Beyond The Pale

Stephen King’s “Under the Dome”

Stephen King’s 2009 novel, Under the Dome, is a hefty work of something over 1000 pages. I’m not sure of the exact number because my reading of the novel was via audiobook, purchased from This is my second reading of the novel, both readings accomplished on different Afghanistan rotations, primarily on trips to the gym and on guard shift. In audiobook format, the novel, read by Raul Lesparga, runs upward of 40 hours.
On a crisp October morning, the small town of Harper’s Mill, Maine, is suddenly blocked off from the rest of the country (and world) when an energy field dome of unknown origin slams down in the sock shape that exactly matches the town’s boundaries. What follows is a Lord of the Flies esque cautionary tale about the abuse of power that takes place when government officials, unchecked by law or the populace, use the machinery of government for their own ends. As Big Jim Renee and his cronies take the town ever more strongly under their corrupt control, a small contingent of independents try to find a cause for, and a way out from under, the dome. Excess leads to excess, and things go quickly from bad to apocalyptic in a well paced and seemingly inevitable chain of events that fascinates the reader, leaving him feeling like the spectator of a car crash, horrified, but both unable and unwilling to look away.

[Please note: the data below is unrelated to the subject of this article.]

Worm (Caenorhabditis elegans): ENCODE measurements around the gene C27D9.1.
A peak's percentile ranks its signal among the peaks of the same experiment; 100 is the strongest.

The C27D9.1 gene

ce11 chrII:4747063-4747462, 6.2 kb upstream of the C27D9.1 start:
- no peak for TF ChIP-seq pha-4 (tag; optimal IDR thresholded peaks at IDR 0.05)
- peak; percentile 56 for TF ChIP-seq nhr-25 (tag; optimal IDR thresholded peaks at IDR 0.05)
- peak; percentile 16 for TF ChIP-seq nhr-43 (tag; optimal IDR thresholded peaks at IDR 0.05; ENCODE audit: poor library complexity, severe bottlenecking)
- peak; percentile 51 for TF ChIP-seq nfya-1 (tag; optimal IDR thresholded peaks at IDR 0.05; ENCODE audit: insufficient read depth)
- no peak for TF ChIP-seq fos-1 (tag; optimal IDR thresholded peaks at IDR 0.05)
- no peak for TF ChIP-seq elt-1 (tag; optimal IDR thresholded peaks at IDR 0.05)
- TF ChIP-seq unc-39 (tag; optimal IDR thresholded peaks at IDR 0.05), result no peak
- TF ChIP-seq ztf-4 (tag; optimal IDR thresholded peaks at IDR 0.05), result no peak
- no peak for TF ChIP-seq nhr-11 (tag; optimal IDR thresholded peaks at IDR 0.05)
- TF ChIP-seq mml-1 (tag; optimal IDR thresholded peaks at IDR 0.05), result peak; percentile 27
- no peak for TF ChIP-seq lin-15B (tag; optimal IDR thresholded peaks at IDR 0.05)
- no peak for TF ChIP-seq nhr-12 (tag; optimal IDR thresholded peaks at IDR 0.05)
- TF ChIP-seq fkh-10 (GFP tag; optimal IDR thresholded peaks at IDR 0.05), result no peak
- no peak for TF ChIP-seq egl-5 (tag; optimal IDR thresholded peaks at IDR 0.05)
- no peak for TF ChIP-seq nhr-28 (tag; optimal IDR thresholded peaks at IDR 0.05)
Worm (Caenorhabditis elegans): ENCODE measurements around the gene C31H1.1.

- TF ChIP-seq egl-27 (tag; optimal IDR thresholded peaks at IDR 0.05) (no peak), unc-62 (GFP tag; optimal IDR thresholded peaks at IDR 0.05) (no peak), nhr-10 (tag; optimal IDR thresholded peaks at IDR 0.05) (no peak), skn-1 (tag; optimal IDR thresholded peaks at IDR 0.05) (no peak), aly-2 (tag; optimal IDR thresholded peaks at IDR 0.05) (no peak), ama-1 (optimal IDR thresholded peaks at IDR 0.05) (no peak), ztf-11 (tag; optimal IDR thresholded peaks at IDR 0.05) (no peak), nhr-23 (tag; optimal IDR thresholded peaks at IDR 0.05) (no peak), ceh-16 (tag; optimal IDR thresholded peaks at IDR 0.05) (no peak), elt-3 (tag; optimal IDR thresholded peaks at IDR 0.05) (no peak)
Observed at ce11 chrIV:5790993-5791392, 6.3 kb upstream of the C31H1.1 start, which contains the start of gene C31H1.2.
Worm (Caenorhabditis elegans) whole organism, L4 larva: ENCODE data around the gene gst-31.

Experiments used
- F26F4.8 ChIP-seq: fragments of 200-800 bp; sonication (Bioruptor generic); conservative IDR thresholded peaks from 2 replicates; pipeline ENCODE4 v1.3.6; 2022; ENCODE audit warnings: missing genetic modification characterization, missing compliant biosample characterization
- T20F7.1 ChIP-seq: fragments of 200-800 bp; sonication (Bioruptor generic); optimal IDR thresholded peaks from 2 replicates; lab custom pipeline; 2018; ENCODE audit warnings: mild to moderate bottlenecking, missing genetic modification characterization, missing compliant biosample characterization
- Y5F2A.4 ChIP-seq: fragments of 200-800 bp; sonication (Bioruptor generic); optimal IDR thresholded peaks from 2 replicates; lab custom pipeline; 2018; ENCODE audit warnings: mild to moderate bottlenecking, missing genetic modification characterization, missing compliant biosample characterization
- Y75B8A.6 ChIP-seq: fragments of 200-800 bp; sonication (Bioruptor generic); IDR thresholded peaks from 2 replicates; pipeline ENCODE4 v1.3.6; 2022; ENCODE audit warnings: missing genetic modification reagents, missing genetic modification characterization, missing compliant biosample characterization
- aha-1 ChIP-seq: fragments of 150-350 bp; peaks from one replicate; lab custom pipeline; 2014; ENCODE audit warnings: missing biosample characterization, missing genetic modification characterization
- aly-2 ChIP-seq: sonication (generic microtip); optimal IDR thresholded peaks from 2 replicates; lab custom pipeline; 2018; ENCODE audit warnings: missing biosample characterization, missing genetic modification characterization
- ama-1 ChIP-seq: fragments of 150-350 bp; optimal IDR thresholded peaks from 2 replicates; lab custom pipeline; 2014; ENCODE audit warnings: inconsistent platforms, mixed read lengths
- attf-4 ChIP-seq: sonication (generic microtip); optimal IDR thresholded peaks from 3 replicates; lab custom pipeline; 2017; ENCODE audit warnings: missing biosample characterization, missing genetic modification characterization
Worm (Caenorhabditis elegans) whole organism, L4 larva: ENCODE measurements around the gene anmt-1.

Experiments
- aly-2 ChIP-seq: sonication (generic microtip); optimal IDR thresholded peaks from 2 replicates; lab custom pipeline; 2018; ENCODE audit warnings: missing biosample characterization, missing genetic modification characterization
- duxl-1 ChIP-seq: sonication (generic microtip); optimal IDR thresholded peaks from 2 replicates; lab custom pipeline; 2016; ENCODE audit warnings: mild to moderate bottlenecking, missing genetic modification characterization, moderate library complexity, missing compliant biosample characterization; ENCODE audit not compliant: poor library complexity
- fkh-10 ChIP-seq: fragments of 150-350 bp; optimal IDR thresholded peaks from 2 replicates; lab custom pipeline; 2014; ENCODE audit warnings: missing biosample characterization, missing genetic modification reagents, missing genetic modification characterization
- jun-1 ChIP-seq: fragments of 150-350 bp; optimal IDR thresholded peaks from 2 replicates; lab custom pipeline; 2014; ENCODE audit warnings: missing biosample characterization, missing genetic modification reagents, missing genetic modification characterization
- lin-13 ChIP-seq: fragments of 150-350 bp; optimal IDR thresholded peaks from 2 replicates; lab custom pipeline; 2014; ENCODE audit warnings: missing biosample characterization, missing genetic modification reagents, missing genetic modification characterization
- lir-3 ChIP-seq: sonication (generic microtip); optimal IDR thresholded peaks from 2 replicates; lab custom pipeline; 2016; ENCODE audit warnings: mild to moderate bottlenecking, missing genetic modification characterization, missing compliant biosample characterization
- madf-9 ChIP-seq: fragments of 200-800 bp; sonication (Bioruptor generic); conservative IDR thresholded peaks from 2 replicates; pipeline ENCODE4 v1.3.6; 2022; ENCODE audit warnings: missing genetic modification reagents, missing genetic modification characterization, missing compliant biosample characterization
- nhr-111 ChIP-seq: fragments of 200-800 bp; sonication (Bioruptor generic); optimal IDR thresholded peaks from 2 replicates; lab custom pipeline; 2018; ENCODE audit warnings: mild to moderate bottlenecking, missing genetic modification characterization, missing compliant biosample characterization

The novel is typical King fare, though on the better end of his spectrum on novels with The Stand and Hearts in Atlantis, far from the shabby end of town where Carrie and many of King’s monster stories like to shake down the unwary for pocket change (unless you are foolish enough to buy them new, then it’s dollars). The plot opens like a flower, with no surprises per se, only inevitability, and a few of King’s much loved (19) and worn out (animals overly integral to the plot) tropes will be readily recognizable to readers familiar to his work. If you aren’t a King reader, however, don’t let this hold you back. This is a great novel, and those tropes are only dropped like bread crumbs along the trail. Not knowing them won’t take anything away from the book. It will only enrich the next of his books that you pick up.
What made me read this novel for a second time (besides not having easy access to new audiobooks), and what I find most interesting and frightening in it, is how much the events in the mill after the closing of the dome remind me of what I see happening today, not in some fictional city, but in my own, all to real country. Perhaps I’m paranoid. Perhaps my current situation as self-appointed (volunteer) indentured servant to mad old Sam cause me to have a more negative view than I should, but I don’t think so. I think that Under the Dome scared me as much as it does because it reminds me that our government is wide open to all kinds of abuses of power. Those in power, both currently and in the previous administration, might imagine that they have our best interest at hear, Big Jim definitely does, but the price they demand in exchange for what they offer is the liberty that lies at the heart of what it really means to be American. As Under the Dome tries to show us if we are looking, this price is simply too high to pay.


September 19, 2010 - Posted by | Literature

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